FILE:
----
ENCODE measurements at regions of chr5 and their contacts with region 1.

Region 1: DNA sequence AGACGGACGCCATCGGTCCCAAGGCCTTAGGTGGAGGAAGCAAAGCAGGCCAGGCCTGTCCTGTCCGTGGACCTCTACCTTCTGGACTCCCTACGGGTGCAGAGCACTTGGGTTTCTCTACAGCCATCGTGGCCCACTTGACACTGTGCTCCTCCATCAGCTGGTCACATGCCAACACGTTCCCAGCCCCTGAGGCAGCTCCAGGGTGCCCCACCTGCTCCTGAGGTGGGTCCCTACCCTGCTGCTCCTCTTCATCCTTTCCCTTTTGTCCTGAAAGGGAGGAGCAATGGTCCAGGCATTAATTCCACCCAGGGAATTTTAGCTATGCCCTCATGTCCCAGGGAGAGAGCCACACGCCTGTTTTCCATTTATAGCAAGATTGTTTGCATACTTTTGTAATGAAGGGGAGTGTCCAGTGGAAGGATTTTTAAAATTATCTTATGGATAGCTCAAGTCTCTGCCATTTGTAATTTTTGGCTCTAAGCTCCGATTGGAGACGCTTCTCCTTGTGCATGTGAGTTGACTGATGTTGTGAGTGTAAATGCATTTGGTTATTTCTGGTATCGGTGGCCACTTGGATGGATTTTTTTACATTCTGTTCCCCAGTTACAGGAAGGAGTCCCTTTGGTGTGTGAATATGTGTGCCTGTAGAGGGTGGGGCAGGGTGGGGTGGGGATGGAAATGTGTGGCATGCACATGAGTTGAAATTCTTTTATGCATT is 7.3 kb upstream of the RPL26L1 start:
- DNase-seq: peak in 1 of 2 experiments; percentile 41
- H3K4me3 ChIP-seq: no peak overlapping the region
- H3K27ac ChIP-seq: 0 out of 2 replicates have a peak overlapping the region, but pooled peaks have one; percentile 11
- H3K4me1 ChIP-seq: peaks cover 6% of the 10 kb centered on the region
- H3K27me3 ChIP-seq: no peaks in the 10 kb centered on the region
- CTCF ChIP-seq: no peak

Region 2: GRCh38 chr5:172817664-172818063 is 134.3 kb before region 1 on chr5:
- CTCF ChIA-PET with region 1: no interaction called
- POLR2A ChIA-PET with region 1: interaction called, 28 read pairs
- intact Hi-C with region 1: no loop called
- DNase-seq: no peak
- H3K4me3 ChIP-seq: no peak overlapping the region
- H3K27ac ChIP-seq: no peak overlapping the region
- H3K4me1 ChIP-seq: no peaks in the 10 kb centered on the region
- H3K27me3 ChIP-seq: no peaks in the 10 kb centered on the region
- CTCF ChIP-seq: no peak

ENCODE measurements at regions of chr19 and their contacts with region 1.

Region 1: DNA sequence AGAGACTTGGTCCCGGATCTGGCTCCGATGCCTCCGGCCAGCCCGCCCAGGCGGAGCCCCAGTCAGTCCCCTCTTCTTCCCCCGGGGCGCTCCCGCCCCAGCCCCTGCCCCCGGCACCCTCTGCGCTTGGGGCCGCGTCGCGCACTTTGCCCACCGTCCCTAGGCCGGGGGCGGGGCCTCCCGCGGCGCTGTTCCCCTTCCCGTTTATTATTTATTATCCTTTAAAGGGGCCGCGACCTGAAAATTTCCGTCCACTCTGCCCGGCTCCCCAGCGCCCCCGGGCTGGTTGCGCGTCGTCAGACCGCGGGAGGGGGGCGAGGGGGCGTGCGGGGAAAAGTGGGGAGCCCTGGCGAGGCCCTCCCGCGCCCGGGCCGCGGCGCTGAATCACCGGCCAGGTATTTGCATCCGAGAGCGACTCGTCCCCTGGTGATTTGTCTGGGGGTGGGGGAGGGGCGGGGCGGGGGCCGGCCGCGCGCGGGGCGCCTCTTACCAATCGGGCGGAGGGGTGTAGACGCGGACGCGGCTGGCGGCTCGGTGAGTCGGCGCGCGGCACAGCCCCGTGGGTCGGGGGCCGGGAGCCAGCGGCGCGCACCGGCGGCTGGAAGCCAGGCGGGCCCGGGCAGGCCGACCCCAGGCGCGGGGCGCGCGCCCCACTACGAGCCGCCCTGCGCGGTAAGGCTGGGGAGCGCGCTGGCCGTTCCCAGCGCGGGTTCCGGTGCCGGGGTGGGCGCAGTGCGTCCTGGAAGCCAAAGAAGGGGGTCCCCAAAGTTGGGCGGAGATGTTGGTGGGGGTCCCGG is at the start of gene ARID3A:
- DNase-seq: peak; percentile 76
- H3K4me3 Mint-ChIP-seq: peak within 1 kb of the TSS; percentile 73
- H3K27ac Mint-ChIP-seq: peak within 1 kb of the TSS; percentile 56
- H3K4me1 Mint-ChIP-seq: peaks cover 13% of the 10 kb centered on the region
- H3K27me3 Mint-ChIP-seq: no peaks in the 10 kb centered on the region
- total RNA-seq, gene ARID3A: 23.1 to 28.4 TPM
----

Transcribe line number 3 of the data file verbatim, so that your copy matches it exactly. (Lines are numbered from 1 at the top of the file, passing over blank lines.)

- DNase-seq: peak in 1 of 2 experiments; percentile 41